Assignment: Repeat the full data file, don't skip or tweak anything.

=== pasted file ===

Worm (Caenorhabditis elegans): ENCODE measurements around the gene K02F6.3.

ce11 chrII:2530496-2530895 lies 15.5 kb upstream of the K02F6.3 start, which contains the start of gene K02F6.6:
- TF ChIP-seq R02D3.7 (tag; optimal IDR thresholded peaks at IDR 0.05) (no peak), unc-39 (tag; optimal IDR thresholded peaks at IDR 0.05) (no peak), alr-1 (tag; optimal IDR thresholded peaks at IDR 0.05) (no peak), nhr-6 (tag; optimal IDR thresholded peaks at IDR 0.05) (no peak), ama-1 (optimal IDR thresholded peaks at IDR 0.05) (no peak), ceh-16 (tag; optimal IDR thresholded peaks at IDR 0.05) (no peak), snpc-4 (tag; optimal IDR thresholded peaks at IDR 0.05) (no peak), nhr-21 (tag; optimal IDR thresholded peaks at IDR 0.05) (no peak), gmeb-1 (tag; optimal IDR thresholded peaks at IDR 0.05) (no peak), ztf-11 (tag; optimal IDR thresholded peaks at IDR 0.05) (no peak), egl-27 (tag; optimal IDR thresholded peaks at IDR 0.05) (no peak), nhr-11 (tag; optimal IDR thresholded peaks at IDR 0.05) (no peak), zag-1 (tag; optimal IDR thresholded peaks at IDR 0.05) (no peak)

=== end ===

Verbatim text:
Worm (Caenorhabditis elegans): ENCODE measurements around the gene K02F6.3.

ce11 chrII:2530496-2530895 lies 15.5 kb upstream of the K02F6.3 start, which contains the start of gene K02F6.6:
- TF ChIP-seq R02D3.7 (tag; optimal IDR thresholded peaks at IDR 0.05) (no peak), unc-39 (tag; optimal IDR thresholded peaks at IDR 0.05) (no peak), alr-1 (tag; optimal IDR thresholded peaks at IDR 0.05) (no peak), nhr-6 (tag; optimal IDR thresholded peaks at IDR 0.05) (no peak), ama-1 (optimal IDR thresholded peaks at IDR 0.05) (no peak), ceh-16 (tag; optimal IDR thresholded peaks at IDR 0.05) (no peak), snpc-4 (tag; optimal IDR thresholded peaks at IDR 0.05) (no peak), nhr-21 (tag; optimal IDR thresholded peaks at IDR 0.05) (no peak), gmeb-1 (tag; optimal IDR thresholded peaks at IDR 0.05) (no peak), ztf-11 (tag; optimal IDR thresholded peaks at IDR 0.05) (no peak), egl-27 (tag; optimal IDR thresholded peaks at IDR 0.05) (no peak), nhr-11 (tag; optimal IDR thresholded peaks at IDR 0.05) (no peak), zag-1 (tag; optimal IDR thresholded peaks at IDR 0.05) (no peak)